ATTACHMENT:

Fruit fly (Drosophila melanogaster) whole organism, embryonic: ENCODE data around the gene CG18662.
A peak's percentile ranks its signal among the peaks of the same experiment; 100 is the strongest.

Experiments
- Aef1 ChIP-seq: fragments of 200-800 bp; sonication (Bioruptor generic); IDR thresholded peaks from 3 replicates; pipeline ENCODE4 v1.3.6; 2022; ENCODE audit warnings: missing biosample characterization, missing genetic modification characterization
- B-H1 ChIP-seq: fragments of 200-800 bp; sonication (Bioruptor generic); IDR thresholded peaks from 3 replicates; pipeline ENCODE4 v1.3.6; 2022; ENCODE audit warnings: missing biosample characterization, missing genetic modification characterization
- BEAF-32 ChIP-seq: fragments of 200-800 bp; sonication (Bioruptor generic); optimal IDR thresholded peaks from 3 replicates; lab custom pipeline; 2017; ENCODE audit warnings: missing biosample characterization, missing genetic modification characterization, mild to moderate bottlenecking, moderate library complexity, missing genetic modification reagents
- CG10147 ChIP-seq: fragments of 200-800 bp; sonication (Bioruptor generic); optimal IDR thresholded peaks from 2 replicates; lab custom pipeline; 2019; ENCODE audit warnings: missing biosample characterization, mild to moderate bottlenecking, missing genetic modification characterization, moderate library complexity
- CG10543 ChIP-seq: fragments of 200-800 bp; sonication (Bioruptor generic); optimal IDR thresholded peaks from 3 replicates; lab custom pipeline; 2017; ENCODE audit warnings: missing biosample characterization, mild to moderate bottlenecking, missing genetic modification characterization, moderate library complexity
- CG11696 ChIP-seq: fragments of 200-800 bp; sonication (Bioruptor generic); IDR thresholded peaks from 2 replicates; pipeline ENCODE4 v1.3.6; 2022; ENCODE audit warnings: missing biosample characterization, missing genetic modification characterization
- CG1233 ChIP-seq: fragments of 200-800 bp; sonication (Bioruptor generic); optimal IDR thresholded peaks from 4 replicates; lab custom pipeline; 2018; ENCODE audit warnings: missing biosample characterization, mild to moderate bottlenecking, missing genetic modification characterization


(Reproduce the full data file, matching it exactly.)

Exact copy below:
Fruit fly (Drosophila melanogaster) whole organism, embryonic: ENCODE data around the gene CG18662.
A peak's percentile ranks its signal among the peaks of the same experiment; 100 is the strongest.

Experiments
- Aef1 ChIP-seq: fragments of 200-800 bp; sonication (Bioruptor generic); IDR thresholded peaks from 3 replicates; pipeline ENCODE4 v1.3.6; 2022; ENCODE audit warnings: missing biosample characterization, missing genetic modification characterization
- B-H1 ChIP-seq: fragments of 200-800 bp; sonication (Bioruptor generic); IDR thresholded peaks from 3 replicates; pipeline ENCODE4 v1.3.6; 2022; ENCODE audit warnings: missing biosample characterization, missing genetic modification characterization
- BEAF-32 ChIP-seq: fragments of 200-800 bp; sonication (Bioruptor generic); optimal IDR thresholded peaks from 3 replicates; lab custom pipeline; 2017; ENCODE audit warnings: missing biosample characterization, missing genetic modification characterization, mild to moderate bottlenecking, moderate library complexity, missing genetic modification reagents
- CG10147 ChIP-seq: fragments of 200-800 bp; sonication (Bioruptor generic); optimal IDR thresholded peaks from 2 replicates; lab custom pipeline; 2019; ENCODE audit warnings: missing biosample characterization, mild to moderate bottlenecking, missing genetic modification characterization, moderate library complexity
- CG10543 ChIP-seq: fragments of 200-800 bp; sonication (Bioruptor generic); optimal IDR thresholded peaks from 3 replicates; lab custom pipeline; 2017; ENCODE audit warnings: missing biosample characterization, mild to moderate bottlenecking, missing genetic modification characterization, moderate library complexity
- CG11696 ChIP-seq: fragments of 200-800 bp; sonication (Bioruptor generic); IDR thresholded peaks from 2 replicates; pipeline ENCODE4 v1.3.6; 2022; ENCODE audit warnings: missing biosample characterization, missing genetic modification characterization
- CG1233 ChIP-seq: fragments of 200-800 bp; sonication (Bioruptor generic); optimal IDR thresholded peaks from 4 replicates; lab custom pipeline; 2018; ENCODE audit warnings: missing biosample characterization, mild to moderate bottlenecking, missing genetic modification characterization